MIAMI — Longtime Haiti observers were downright bewildered Sunday night after deposed despot Jean-Claude "Baby Doc'' Duvalier made a surprise return to his country after almost 25 years of exile.
Speculation over the motives for the return of the 59-year-old Duvalier -- who had been living in France -- ran rampant. But many observers agreed on this: They weren't sure what to make of Duvalier coming back.
"It's such a critically important moment for Haiti and this guy to drop in from nowhere is very strange,'' said Robert Maguire, associate professor of International Affairs at Trinity University in Washington, D.C. "What does he bring to Haiti, aside from a lot of confusion. Does he come back with political pretensions? We just don't know.''
Duvalier, the playboy son of a medical doctor, landed at the Port-au-Prince international airport Sunday evening. He was tapped by his ill father in 1971 to fill an imminent political vacuum -- even though he was only 19 at the time -- and ran the country in a corrupt though less violent fashion than his dictator father, François ``Papa Doc'' Duvalier.
As unrest engulfed the country in the mid-1980s, Duvalier and his wife, Michèle Bennett, left Haiti, boarding a France-bound U.S. military aircraft on Feb. 7, 1986. Duvalier's army chief of staff, Lt. Gen. Henri Namphy, took over.
Some observers speculated Sunday that deals must have been negotiated in order to guarantee a safe arrival for Duvalier. Whatever arrangement may have happened, it occurred without rumor in a place where rumors abound.
"For him to return to Haiti at this time, can only mean that there was some kind of deal going down with the Haitian government,'' said Alex Dupuy, a longtime Haiti scholar at Wesleyan University, adding that Duvalier should be arrested for crimes committed while he was president.
Dupuy and others noted that the timing of Duvalier's return was particularly noteworthy -- something President René Préval could have engineered as his term comes to an end. After the disputed Nov. 28 presidential elections, the Organization of American States issued a report that showed that government-backed candidate Jude Célestin did not get enough votes to be included in a runoff.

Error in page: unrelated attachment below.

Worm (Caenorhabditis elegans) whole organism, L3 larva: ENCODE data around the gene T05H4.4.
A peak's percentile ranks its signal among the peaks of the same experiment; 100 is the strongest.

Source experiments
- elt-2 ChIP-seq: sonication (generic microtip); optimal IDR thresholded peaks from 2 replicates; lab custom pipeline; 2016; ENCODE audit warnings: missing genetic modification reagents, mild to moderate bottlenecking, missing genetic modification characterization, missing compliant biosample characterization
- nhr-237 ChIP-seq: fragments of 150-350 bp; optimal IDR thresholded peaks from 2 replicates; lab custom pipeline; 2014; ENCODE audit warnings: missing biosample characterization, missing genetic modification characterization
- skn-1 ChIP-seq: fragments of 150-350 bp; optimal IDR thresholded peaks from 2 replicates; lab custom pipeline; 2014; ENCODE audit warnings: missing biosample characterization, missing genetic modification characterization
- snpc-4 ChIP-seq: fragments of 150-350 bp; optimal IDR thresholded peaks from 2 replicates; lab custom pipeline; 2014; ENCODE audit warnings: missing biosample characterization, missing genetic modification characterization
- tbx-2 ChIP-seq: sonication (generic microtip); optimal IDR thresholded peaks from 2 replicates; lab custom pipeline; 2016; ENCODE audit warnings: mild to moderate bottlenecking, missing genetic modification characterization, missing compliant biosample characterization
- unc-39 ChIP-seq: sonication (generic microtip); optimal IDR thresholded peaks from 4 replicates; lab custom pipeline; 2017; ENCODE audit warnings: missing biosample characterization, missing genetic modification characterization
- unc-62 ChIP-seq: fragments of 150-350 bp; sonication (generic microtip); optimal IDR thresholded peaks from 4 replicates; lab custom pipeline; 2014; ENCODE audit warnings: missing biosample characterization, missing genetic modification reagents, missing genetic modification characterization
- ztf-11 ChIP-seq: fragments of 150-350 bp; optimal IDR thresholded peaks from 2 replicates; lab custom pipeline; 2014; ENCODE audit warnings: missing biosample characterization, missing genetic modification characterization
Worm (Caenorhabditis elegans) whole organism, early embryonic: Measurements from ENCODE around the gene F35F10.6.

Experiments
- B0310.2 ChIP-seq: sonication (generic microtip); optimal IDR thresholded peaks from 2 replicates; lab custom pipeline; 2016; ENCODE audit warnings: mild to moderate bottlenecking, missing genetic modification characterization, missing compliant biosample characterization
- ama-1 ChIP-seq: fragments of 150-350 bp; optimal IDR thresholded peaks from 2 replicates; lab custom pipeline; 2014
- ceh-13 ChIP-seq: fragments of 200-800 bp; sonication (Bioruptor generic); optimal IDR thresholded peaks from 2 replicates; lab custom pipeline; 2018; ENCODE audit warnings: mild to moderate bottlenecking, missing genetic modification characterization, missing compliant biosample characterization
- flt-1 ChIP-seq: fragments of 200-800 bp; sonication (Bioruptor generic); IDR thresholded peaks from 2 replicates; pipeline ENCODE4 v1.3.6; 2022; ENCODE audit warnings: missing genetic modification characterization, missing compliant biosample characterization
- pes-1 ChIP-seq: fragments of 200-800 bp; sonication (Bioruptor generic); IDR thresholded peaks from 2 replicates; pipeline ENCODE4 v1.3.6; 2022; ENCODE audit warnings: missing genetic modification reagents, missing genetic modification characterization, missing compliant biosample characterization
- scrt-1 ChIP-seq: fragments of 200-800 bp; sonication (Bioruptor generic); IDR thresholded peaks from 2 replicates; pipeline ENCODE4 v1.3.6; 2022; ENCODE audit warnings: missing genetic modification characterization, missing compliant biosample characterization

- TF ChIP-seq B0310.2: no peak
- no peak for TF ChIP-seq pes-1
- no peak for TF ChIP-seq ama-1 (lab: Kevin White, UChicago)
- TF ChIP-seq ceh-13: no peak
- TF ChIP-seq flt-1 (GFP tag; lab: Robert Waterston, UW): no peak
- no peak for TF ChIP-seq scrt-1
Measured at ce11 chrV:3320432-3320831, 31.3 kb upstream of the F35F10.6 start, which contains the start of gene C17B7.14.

"It could be a very great way to divert from the crisis that's going on, with the OAS report showing Célestin is out,'' Dupuy said. ``What game Préval is playing, who knows.''
Two of the current presidential candidates have ties to the Duvalier regime. Célestin's uncle is Rony Gilot, a former information minister under Jean-Claude and the author of two books sympathetic to the Duvalier era. One is titled The Misunderstood.
The other presidential hopeful, Michel ``Sweet Micky'' Martelly, a pop star who placed third according to preliminary results but is now in second according to the OAS, ran with the paramilitary in the early 1990s after President Jean-Bertrand Aristide, an outspoken Duvalier critic, was ousted.
In the past 10 years, a sense of nostalgia for the Duvalier-era of cleaner streets and better government services has emerged -- even though the bulk of the population is too young to remember Duvalier's bloody rule.
Last July, Haiti observer Jocelyn McCalla recounted how he saw banners in the countryside and capital bestowing a happy birthday for the ousted despot.
"It was a low-level campaign to make him acceptable again to a growing segment of the population,'' said McCalla, a political strategist. ``The young people have just witnessed coups d'etat and dire poverty. How they should react to his presence should be quite interesting.''
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